Transforming Leadership

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Pulitzer prize winner James MacGregor Burns, wrote Transforming Leadership, several years ago and helps us understand the difference between leaders who focus on transactional change versus those who transform an organization and its people.  It’s a distinction that’s worth mastering.

Transactional leadership focuses on “change” –  to “substitute one thing fro another, to give and take, to exchange places, to pass from one place to another”. Transforming something  is more profound. “It is to cause a metamorphosis in form or structure, a change in the very condition or nature of a thing, a change into another substance, a radical change in outward form or inner character.”  When a frog becomes a prince, or a carriage maker becomes an auto factory, or Apple creates the iPod and music ecological system to support it, we have transformative change. When Samsung, HTC, etc. change some of the features of the iPhone, they are engaging in transactional change.

Andrew Grove, former Intel CEO and his key partners decided to leave the memory industry and enter the microprocessor business because they knew that transactional change would not solve their problem of how to make a profit in the memory industry faced with Japanese superior manufacturing processes; so they make a transformational change – which put them at the top of the new industry.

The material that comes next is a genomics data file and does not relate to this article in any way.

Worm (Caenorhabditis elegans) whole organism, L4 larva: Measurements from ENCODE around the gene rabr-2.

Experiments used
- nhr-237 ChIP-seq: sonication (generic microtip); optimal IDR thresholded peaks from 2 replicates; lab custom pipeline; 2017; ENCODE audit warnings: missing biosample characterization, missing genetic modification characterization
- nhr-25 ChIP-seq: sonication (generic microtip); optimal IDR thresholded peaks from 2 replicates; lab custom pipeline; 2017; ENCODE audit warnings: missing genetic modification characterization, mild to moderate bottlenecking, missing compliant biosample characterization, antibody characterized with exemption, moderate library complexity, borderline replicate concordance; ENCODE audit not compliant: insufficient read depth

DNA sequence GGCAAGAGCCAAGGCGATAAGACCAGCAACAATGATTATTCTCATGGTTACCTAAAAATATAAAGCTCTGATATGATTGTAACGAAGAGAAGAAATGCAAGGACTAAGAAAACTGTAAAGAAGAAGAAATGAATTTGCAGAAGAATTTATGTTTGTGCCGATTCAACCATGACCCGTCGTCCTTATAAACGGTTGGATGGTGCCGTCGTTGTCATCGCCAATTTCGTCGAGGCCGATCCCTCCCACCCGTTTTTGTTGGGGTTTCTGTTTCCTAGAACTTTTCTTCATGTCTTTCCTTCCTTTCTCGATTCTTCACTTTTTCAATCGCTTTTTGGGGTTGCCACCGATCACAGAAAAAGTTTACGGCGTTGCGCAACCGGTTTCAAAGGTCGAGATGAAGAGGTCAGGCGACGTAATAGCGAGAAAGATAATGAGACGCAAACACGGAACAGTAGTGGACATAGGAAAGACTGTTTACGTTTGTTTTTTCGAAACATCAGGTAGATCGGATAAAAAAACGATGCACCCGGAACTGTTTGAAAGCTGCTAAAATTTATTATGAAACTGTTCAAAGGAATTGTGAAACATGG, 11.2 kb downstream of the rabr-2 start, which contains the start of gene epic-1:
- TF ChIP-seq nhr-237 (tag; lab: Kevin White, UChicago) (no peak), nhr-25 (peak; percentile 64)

When faced with the need to change – is yours transactional or transformational? The latter clearly is much more difficult – and requires leadership that goes beyond incremental changes in time, features, distribution tactics, etc. It requires a leadership that also is aware of the importance of followership – will the people who buy your product/service, or live in your country, go along with the move? Leaders must take the initiative to mobilize people for participation in the process of change and encourage the development of new feelings of identity, self-worth and self-efficacy.   Transforming leaders define public values and embrace the enduring principles of the people (customers or residents). Coca-Cola learned this lesson the hard way when it tried to transform its brand – sweetening their Cola – without making sure this was something its customers really wanted. The people “owned” the existing brand and were not willing to give it up – leading to the creation of both Traditional and New Cokes.

So, as you face the need to make a change – be very clear as to whether a transactional change will be sufficient or whether transforming leadership is needed; and if the latter, your leadership needs to address the wider range of issues involved.  What’s your experience in this area? Share them!

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